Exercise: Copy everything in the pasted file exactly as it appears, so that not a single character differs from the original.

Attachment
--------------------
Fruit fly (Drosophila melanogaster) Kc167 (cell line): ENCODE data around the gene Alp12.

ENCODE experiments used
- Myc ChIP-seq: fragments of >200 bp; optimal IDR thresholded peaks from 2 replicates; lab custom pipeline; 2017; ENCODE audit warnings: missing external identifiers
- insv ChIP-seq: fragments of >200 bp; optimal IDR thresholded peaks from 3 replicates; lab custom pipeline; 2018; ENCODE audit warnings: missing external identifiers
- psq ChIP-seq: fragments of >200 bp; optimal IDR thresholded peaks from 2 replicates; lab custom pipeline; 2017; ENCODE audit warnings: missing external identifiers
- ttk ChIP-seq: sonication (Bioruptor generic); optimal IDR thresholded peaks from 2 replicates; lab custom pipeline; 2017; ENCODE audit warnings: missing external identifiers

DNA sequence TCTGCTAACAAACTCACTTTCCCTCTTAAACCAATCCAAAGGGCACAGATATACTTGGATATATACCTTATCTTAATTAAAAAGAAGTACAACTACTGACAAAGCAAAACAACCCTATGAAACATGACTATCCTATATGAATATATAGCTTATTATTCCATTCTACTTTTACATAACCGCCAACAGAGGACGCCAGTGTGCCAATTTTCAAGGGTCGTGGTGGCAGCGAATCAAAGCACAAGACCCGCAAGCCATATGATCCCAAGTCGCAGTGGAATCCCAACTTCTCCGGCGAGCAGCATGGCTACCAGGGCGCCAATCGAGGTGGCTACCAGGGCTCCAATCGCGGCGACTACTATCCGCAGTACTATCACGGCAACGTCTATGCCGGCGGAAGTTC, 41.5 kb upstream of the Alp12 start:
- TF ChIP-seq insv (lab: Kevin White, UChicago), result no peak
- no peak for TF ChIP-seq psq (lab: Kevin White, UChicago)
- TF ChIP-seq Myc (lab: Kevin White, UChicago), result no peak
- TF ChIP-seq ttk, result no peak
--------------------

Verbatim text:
Fruit fly (Drosophila melanogaster) Kc167 (cell line): ENCODE data around the gene Alp12.

ENCODE experiments used
- Myc ChIP-seq: fragments of >200 bp; optimal IDR thresholded peaks from 2 replicates; lab custom pipeline; 2017; ENCODE audit warnings: missing external identifiers
- insv ChIP-seq: fragments of >200 bp; optimal IDR thresholded peaks from 3 replicates; lab custom pipeline; 2018; ENCODE audit warnings: missing external identifiers
- psq ChIP-seq: fragments of >200 bp; optimal IDR thresholded peaks from 2 replicates; lab custom pipeline; 2017; ENCODE audit warnings: missing external identifiers
- ttk ChIP-seq: sonication (Bioruptor generic); optimal IDR thresholded peaks from 2 replicates; lab custom pipeline; 2017; ENCODE audit warnings: missing external identifiers

DNA sequence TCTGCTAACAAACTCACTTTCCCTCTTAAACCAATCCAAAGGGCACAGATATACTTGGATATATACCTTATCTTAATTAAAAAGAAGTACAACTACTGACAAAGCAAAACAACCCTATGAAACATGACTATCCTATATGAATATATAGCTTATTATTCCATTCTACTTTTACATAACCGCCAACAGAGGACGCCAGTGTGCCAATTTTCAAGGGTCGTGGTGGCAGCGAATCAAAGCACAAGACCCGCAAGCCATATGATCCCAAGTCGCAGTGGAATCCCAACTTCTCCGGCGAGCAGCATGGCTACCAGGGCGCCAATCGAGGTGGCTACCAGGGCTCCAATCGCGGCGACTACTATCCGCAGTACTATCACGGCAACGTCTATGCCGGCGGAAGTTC, 41.5 kb upstream of the Alp12 start:
- TF ChIP-seq insv (lab: Kevin White, UChicago), result no peak
- no peak for TF ChIP-seq psq (lab: Kevin White, UChicago)
- TF ChIP-seq Myc (lab: Kevin White, UChicago), result no peak
- TF ChIP-seq ttk, result no peak